SM: When you developed your initial strategy, was it based entirely on receiving payments from health plan providers?
TM: Our goal was to streamline processes for payers as well as to create workflows that would enable us to provide additional clinical support to provider offices. For example, Aetna builds personal health records for many of their members, and we support them in that effort. One of the challenges in the industry is to get those types of records out to the provider offices where they can be used. We have national dialogue going on right now about health information exchange and how we are going to make it happen. We have to figure out who a patient is across multiple offices and pull all of that data together.
As part of the original design of the company, creating this network of providers gave us the ability to do things such as distribute personal health records and care alerts to providers. It solves one of the biggest problems in the industry. The stimulus bill is talking about paying providers for putting electronic medical records (EMRs) in place. One of the requirements is electronic communications among offices. There are very few ZIP codes in the country that currently have an operating health information exchange. We think we have demonstrated a viable architecture to facilitate that exchange.
SM: Does the government, at any level, pay for the Medicare service you implemented?
BW: No. We charge the physicians for that access. We made a deliberate decision to not charge the government. You may have heard many congressmen and senators say that healthcare is local. That is not true. I live in Rhode Island. If I have a serious heart issue, I am going to drive 60 miles north to Massachusetts for care. Healthcare is a national situation. In the creation of NaviNet, we believed that it had to be an environment where both payers and providers could transact. In the future, our aim is to add partners who can ride on our proverbial rails.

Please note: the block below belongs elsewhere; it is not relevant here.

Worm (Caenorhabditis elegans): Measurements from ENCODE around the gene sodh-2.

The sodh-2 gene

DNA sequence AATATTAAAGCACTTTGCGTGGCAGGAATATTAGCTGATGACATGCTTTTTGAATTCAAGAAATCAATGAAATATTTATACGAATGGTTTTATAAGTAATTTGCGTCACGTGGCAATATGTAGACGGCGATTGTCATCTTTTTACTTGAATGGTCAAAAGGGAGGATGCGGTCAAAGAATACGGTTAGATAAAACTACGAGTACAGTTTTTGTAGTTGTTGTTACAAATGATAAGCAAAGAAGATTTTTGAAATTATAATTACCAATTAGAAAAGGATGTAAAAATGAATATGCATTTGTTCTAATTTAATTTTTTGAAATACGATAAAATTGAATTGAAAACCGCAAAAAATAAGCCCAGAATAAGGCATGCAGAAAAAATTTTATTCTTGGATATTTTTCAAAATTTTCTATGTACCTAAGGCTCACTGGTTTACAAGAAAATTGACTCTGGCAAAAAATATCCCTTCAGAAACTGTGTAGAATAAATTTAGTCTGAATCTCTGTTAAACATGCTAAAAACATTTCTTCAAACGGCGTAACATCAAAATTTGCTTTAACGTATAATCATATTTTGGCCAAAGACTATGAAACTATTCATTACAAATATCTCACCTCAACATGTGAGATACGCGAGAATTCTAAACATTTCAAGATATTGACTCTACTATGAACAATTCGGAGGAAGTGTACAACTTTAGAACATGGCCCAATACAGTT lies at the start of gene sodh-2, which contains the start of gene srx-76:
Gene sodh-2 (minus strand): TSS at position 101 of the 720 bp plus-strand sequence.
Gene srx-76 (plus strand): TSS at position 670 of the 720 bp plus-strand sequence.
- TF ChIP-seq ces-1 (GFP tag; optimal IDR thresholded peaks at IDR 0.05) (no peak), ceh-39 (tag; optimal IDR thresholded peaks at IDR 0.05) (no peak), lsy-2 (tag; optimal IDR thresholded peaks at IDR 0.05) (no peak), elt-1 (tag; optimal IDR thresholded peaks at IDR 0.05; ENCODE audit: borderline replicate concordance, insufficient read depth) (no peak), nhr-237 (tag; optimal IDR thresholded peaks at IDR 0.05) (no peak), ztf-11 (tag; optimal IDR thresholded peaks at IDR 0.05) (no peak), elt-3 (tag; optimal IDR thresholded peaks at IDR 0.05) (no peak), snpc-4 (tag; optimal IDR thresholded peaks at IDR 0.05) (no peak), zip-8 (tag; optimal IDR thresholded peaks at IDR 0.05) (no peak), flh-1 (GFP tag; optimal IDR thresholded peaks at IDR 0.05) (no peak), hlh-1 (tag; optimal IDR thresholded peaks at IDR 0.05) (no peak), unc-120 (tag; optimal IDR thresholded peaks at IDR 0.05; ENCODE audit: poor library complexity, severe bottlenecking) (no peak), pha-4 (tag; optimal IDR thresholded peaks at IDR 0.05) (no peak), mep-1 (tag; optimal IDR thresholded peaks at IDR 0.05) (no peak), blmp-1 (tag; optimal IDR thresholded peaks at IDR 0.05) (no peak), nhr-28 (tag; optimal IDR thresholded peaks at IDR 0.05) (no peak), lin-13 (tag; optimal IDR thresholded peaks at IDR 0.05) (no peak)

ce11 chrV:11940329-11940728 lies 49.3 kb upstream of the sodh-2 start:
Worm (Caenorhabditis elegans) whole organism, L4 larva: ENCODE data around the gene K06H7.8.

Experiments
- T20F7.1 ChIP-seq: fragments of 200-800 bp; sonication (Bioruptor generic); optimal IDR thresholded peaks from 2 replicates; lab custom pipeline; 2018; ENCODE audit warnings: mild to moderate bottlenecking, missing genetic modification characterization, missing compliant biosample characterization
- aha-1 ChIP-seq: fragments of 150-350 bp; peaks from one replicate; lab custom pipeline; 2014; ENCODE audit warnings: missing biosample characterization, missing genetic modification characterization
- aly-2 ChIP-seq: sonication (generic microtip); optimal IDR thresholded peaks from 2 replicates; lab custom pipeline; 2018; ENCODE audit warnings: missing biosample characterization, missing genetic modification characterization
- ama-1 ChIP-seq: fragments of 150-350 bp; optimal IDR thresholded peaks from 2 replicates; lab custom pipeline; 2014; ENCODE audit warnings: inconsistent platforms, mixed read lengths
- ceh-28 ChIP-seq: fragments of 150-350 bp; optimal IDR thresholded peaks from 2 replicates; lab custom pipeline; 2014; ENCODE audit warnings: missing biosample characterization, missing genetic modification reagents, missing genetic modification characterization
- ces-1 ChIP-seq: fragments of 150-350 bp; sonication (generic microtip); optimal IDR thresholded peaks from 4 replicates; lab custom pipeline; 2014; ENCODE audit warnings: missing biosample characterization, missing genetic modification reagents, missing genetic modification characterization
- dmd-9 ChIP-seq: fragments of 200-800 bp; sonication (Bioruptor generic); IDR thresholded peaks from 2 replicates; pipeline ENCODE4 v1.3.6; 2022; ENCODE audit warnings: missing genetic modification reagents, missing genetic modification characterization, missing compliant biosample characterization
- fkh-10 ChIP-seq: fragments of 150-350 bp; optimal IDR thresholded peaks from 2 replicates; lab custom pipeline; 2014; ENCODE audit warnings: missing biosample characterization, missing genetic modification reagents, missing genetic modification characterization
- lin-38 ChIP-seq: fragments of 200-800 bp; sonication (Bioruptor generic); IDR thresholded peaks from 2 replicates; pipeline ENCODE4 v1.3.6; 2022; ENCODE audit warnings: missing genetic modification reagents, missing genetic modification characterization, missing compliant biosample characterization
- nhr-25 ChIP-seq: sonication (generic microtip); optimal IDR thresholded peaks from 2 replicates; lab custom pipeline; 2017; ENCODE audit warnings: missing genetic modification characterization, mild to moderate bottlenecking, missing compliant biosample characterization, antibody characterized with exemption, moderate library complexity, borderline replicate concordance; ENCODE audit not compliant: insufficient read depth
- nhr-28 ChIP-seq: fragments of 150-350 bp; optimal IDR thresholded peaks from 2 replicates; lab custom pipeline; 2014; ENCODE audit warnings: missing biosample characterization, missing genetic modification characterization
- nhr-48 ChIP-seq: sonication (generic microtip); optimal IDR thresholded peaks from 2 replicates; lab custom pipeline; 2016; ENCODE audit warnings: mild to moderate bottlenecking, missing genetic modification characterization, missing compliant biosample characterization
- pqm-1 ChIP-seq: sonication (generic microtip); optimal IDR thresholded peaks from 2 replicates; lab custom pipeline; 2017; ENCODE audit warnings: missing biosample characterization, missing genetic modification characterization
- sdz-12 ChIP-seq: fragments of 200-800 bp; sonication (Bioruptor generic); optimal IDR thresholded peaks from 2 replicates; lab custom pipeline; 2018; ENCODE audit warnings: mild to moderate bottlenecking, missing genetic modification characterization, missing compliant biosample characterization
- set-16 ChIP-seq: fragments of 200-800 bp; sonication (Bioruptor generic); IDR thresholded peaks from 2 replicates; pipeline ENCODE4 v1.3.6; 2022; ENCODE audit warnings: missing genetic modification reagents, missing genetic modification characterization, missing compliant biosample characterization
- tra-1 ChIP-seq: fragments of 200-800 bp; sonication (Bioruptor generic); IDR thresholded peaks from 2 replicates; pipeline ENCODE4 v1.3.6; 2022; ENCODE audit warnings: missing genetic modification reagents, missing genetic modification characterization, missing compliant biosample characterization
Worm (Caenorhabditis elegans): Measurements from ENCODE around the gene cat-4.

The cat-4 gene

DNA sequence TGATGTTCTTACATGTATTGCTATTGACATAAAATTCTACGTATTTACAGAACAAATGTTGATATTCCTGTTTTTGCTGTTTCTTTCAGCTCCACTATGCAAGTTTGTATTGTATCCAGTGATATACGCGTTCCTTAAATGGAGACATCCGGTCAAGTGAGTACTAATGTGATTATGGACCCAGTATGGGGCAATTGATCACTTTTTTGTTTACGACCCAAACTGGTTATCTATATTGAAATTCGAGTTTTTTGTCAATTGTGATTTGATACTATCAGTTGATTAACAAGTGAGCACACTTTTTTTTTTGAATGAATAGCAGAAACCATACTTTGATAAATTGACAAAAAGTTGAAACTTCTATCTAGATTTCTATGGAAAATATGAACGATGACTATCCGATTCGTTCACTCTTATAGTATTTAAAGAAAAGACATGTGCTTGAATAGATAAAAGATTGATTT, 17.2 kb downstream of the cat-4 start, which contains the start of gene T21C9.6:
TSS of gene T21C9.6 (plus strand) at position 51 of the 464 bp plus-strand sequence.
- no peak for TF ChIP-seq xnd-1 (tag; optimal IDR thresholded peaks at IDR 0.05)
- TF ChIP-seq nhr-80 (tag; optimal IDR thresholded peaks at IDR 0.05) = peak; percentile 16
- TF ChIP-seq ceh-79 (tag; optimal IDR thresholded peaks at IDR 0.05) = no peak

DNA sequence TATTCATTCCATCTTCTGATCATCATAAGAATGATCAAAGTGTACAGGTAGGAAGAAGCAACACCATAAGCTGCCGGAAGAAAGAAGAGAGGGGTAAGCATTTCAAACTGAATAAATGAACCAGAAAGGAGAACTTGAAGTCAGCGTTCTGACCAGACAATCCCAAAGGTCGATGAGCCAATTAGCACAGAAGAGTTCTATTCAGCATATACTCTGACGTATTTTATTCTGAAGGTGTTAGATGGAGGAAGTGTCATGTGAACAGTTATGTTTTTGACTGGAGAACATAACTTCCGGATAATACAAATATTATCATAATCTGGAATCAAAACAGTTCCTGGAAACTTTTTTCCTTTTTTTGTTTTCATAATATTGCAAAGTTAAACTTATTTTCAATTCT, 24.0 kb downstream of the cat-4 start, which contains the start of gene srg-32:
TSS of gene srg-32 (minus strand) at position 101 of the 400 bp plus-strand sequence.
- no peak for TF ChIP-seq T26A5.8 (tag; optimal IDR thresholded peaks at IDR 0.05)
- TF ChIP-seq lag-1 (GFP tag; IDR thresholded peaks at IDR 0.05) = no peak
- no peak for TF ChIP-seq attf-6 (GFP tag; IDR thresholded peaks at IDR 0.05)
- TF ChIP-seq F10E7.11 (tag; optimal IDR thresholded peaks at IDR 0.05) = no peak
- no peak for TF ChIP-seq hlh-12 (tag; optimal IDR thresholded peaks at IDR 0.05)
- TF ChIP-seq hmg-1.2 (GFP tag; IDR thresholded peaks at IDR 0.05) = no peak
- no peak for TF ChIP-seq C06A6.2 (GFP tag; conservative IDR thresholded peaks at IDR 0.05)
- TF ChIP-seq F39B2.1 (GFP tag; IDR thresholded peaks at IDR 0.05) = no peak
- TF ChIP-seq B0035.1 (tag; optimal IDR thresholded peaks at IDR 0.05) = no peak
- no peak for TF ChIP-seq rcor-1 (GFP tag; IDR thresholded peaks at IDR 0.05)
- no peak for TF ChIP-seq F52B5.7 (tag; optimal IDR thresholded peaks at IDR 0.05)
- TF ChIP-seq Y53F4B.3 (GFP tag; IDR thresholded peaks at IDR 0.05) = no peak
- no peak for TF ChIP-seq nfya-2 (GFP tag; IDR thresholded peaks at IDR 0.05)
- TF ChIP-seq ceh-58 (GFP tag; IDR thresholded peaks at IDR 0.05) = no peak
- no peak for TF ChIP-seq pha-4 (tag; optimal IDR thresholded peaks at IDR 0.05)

We are a connectivity play. There are folks out there who do things better than others. One of the major issues facing doctors in the United States is revenue cycle management. In 2000, a patient was responsible for 5% of their bill. In 2010 that patient will be responsible for 35% of the bill. If a patient does not pay the doctor in 28 days for the services rendered, the doctor has a less than 25% probability of ever seeing any money from that patient. It costs doctors $4 to collect every $1 they are owed.
Having a healthcare network allows providers throughout the United States to transact business on an administrative level as well as on a clinical level with insurance companies, governments and from provider to provider. When NaviNet was first formed in the early 1990s it was during Clinton’s first administration. That is when they came out with the Community Health Information Network, otherwise known as CHIN.
Later they came out with Regional Health Information Organization, known as RHIO. In every case, the reason the CHIN and RHIO failed to get adoption was because after the federal and state funds ran out, there was no sustainable model by which these networks could exist.
The early founders of NaviNet designed a sustainable model. You give a huge return on investment to health care companies. That incentivizes insurance companies to join a multi-payer portal. The economics for them is a one-year payoff.
SM: How much do you save them?
BW: We save the average insurance company about $2.65 per transaction.